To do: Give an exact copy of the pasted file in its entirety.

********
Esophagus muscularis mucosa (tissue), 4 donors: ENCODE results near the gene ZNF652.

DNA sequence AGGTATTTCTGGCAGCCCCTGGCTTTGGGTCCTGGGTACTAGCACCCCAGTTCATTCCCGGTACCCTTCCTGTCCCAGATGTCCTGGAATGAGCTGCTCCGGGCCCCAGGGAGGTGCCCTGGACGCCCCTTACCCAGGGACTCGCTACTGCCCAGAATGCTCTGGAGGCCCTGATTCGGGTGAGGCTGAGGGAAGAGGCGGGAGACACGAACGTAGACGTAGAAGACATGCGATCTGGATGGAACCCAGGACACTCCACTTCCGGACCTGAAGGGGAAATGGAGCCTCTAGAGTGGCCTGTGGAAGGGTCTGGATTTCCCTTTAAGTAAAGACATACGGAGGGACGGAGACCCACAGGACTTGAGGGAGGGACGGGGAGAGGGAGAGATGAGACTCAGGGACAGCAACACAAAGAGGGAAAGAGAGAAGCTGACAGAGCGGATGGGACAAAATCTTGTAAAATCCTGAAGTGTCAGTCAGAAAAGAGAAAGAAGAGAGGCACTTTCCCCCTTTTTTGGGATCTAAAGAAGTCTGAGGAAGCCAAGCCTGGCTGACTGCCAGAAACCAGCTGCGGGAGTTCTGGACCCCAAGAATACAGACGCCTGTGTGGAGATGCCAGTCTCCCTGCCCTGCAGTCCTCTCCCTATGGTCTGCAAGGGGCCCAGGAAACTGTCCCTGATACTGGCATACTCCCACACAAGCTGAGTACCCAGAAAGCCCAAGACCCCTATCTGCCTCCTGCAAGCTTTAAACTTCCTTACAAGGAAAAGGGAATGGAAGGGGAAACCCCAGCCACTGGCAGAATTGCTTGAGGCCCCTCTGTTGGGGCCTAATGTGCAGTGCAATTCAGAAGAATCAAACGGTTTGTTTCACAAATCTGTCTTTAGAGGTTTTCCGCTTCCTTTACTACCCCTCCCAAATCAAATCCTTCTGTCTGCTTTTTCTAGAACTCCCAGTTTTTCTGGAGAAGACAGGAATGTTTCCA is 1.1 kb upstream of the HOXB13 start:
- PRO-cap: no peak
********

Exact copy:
Esophagus muscularis mucosa (tissue), 4 donors: ENCODE results near the gene ZNF652.

DNA sequence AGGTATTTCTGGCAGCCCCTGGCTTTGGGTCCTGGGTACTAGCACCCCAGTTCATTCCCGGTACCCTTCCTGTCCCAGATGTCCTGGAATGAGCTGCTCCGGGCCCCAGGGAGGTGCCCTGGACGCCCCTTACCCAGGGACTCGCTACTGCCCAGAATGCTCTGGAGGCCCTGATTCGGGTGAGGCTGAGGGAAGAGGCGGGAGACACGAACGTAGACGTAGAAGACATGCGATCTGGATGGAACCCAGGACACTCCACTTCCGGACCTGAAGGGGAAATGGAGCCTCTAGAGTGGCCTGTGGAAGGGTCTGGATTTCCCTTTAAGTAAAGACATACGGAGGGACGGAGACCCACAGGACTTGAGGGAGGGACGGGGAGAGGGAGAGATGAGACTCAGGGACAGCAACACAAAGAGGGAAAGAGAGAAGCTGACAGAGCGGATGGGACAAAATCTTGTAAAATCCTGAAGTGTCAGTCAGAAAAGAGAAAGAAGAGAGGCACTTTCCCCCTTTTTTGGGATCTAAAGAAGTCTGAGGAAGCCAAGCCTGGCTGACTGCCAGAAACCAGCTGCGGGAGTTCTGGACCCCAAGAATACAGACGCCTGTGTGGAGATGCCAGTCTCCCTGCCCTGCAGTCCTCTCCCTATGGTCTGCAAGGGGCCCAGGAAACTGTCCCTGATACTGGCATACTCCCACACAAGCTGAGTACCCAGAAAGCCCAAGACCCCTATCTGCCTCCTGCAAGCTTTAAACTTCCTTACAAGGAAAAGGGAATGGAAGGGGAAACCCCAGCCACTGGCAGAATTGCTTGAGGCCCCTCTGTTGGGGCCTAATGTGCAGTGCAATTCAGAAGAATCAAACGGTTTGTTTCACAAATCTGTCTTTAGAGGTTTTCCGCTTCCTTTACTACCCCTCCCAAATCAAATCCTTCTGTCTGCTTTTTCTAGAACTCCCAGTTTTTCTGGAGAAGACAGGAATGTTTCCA is 1.1 kb upstream of the HOXB13 start:
- PRO-cap: no peak